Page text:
Sunday, October 14, 2007

LaNORMA: O DIO CHE TRENO LUNGO

--------'Clicca' on Photo for Enlarged Image-----


The Lorenzi Ranch "su per la costa" showing bridge over train tracks. For further information regarding the photo 'clicca' on comments at the end of this aritcle. (Photo Courtesy LaNorma and Al Wilson)
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IVANO FRANCO COMELLI SAYS: LaNorma (Norma Dinelli-Wilson) has once again dug deep into her "bag of memories" and has come up with this jewel.


IL TRENO LUNGO


There are so many stories and so many memories where do we begin and we could go on and on.
Does everyone remember the train going up along the Coast Road to the Cement Plant
Everyday?! Does anyone remember the bridge over the railroad track going over to the Lorenzi Ranch? (Think Steve Della Mora farms there now and the bridge is gone and the Road to the Ranch yard is entirely different.
While my Dad (Dante Dinelli) farmed and was a partner in the Grossi Ranch – one ranch North and almost across from Laguna we have recollection of the train so vividly.

We kids---Lea and her sister Ida (Grossi) would wave to the train. In those days it had a caboose; the men in the caboose would smile and wave to us. At the Lorenzi Ranch we went from one side of the bridge to wave to the engineers and then ran to the other side to wave to the caboose.

Sure miss those cabooses.

In the later 40’s – after the war – my Dad’s friends from Santa Barbara sent us a big crate of Avocados. They were not ripe of course so that we could enjoy them as they ripened. Well, no one knew what they were and thought those hard things were no good and they threw the whole crate down by the railroad track – many ranceri did that sort of thing in the “old days”.


When the train came by going up to the cement plant the engineer must have spotted it. Then, as the train was coming back down towards Santa Cruz, it stopped.
Some one got off the train and climbed up the bank to the crate of avocados. "Wow" ,he probably thought – " what a treasure! "


This happened again when my Mom’s cousin from Stockton sent a crate of asparagus. The Cook at the cookhouse cooked a few; but as no
One knew what they were he cut off the tops and cooked the bottoms – not good – so the whole crate of Asparagus went over the bank by the railroad track. Next day the train did the same thing on its way back towards Santa Cruz --this time loading up with a treasure of asparagus.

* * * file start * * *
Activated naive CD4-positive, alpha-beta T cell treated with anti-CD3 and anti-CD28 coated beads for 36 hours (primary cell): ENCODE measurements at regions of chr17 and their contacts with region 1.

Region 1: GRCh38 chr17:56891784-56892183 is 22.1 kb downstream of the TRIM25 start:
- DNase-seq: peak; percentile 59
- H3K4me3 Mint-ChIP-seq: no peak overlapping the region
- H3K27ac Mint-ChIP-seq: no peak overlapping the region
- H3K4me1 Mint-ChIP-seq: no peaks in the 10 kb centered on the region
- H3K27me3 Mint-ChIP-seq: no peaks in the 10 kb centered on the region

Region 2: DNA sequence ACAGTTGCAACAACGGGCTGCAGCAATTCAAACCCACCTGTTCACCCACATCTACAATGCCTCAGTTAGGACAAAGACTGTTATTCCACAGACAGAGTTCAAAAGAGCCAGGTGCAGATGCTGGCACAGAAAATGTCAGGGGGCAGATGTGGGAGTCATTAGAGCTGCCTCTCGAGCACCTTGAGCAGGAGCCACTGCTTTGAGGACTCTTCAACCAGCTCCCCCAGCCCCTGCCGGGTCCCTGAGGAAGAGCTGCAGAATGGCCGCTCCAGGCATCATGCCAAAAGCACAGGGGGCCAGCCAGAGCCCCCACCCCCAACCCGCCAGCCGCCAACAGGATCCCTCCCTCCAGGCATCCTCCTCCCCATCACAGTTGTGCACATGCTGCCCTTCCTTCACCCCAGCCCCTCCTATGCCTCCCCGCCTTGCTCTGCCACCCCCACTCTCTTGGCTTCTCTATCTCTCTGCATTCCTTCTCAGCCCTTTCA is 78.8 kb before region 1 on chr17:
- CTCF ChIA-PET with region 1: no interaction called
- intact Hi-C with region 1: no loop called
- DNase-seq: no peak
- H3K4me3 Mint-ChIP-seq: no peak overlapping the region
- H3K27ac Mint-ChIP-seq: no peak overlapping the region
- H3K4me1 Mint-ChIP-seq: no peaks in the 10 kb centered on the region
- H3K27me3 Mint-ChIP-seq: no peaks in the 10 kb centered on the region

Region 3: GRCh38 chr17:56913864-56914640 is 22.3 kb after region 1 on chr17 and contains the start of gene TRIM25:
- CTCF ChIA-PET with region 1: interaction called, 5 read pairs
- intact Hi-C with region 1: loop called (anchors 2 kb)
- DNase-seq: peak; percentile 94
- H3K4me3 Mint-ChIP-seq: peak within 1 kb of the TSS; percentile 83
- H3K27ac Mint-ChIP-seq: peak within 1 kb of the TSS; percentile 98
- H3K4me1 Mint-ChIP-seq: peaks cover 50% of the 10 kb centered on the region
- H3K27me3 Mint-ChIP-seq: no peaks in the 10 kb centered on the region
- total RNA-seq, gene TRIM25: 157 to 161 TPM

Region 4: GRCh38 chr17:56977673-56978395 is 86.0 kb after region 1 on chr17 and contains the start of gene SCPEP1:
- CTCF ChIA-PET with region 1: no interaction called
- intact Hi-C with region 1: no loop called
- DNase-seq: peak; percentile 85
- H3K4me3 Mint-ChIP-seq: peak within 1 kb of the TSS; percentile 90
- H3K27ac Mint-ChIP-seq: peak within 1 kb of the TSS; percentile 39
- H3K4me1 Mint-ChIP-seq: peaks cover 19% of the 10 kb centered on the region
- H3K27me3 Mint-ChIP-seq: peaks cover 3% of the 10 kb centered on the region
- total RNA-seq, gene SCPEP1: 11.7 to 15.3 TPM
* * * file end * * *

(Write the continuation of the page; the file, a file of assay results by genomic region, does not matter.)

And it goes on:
Now, of course, we all know what these yummy vegetables are – however, at the time , there probably were a lot of people who would look at our beloved artichokes and say “what are these and how do you eat them?”

This is one of my many memories of growing up on La Nostra Costa and on the ranches. Memories of all our dear relatives. ************


LaNorma was born and raised on "La Nostra Costa" (Our Coast). Thanks Norma.

L Nostra Costa Website: http://www.lanostracosta.com-a.googlepages.com/

17 comments:

norma and al wilson said...

Ivano:

RE: The Old Photo

You can see the railroad going to the old Lorenzi Ranch (now Steve DellaMoras). Obviously it is
very old. Facing the foto: the houses on the right side – 4th one up is Battista & Angelina Lorenzi,s
House – you spent some times there. This is before any of the hedges were even planted.

The barns on the extreme left of foto are the old Majors Dairy. The big house is Majors first
House and it was destroyed by fire…and a second smaller one built. Beyond that is Beltrami’s
and my old house which are not visible in foto. Beyond in the distance is Scaroni’s beach where
you also spent some time!! Look how far down the Coast Road you can see. It is too bad there
Are some water spots and it is not real clear. It is from Richard Burns collection (Majors grandson)

And it hung in his Mom’s house on West Cliff Dr. and the moisture from ocean kind of got to the
Foto. Nevertheless it is precious and goes back many years.

Saluti – Norma and Al

Anonymous said...

Oh, how I remember that train! I must have been about 5 years old then, when in late mornings I would hear that hoarse hoot of the steam whistle, and rush outdoors to see the train. It was too far to run and see it close up, but I would count the cars as the train crossed diagonally over Bay Street on the North end of Neary's Lagoon, heading "su per la costa".
Then I would run back inside and, having lost count, tell my mother, "era lungo lungo, fino ad ora". (it was long, long, and lasted until just now)

This may have been the same train crew who after the war tossed some surplus gas masks to members of the "Bailing Wire Gang", i.e. the Comelli, Degli Esposti and Rodoni boys. Thanks for the memories.

Gino

Jim Ceragioli said...

Madona, Do I remember that bridge? I sure do and I remember walking across it many times. also, I see it shows our old casa there with the other houses where Lorenzi and Cherri livied. Jim

Thanks Jim. As I write in "La Nostra Costa", the houses are still there. Sorry about the recent loss of Judy, your wife. Our prayers are with you. Ivano